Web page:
HeaderGraphicsLeftHome

Gulf of Oman, UAE
Saturday, January 20, 2001

On Saturday we crossed the country to see the Gulf of Oman coast.  Our first stop was at University City.  This collection of English language universities was started from scratch and plopped into the middle of the desert outside Dubai city a couple of years ago.  It might house 10,000 students.  The anchor institution is an extension of American University.  University City is the most beautiful and ostentatious set of academic buildings you've ever seen.  There are grand boulevards, heavy, ornate fences and gates surrounding each facility and immense, polished-marble plazas.  All this is trimmed with massive, brightly colored formal gardens, everywhere.  Keep in mind that this place is completely surrounded by miles of desert.  Build it and they will come!


Polished Marble at American University
Polished Marble at American University

Continuing on our way we crossed miles of scrub desert, camels grazing on fenced-in land and through increasingly dune-like desert.  At the town of Masafi we turned south through the Hajar Mountains.  Our next stop was at an old fort in the small town of Bithnah. Bithnah Fort commanded a strategic route through the Hajar mountains.  Though partially collapsed, there still appeared to be only one entrance and it was locked.  However, an old man appeared inside the fort and bade us to go the door while he slowly made his way to let us in.  He motioned for us to explore the one mostly intact tower.  We did so, passing through the room where he apparently lived.  As we were about to leave the old man held out his hand.  Nat negotiated with him and we ended up giving him an apple, Coke and granola bars and ten dirhams (about US$2.50).  A few days later in Dubai we happened upon a postcard captioned "Old man at Fort Bithnah."  We wondered what he got paid for the pose.


Bithnah Fort
Bithnah Fort

We came to the Gulf of Oman at the town of Fujairah.  This is a modern, medium sized town with wide streets, lots of shopping and plenty of construction underway.  Just to the north of town we located Al Bidyah Mosque, thought to be the oldest Mosque in the emirate of Dubai.  Carbon dating has established the existence of the structure to as early as 1446 AD.  It is still used actively and, although we were allowed to photograph the outside, there was a sign that forbade entrance to non-Muslims.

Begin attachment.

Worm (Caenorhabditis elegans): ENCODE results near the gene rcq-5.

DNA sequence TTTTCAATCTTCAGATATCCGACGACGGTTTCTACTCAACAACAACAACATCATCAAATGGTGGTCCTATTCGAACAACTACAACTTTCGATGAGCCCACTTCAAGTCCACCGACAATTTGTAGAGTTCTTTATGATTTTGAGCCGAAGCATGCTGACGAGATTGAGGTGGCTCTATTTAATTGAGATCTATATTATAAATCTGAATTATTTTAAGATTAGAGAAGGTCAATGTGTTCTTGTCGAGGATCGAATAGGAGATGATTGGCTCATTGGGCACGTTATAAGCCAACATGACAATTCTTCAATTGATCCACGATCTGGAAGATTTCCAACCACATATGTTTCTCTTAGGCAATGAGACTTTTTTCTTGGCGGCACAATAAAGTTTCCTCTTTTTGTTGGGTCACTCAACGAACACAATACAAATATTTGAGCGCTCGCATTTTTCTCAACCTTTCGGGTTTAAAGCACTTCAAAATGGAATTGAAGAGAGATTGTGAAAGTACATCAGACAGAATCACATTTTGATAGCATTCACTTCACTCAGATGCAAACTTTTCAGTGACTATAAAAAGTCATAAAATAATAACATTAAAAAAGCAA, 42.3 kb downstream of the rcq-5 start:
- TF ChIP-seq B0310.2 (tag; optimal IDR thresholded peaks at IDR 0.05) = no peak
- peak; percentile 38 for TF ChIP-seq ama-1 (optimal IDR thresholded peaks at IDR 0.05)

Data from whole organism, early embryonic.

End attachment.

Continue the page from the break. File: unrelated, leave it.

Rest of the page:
Bidyah Mosque
Bidyah Mosque

Seaside View
Seaside View

We continued north along the coast road, through several smaller towns, all with lots of construction going on.  We drove past fishing beaches with their boats high out of the water and their nets set out to dry.  We stopped at lunch time for a picnic on the beach.  There, we watched people surf fishing with poles and with hand lines.  They didn't seem to be having much luck.  We examined one of the fishing boats with its nets and tried our best to rescue a small crab that was stranded on the sand.


Traditional Gate Decoration
Traditional Gate Decoration

Roadside Market
Roadside Market

At the town of Dibba, near the border of the northern section of Oman, we turned back though the barren, red mountains.  As we drove we began to see increasingly deep wadis.  These are creek beds with steep banks that are normally dry.  However, when it rains in the mountains they can fill without warning, washing away everything in their paths.  We stopped at one to take a picture and found two old cars pinned where culverts directed the flow under the road.  When we returned to Masafi, we took time to explore its roadside market to look at produce and buy bananas.  We especially admired the piles of dried sardines offered for sale.  These are not packaged.  They are emptied from the nets, dried directly on the sand at the beach and sold by the kilogram at market.  Yummy!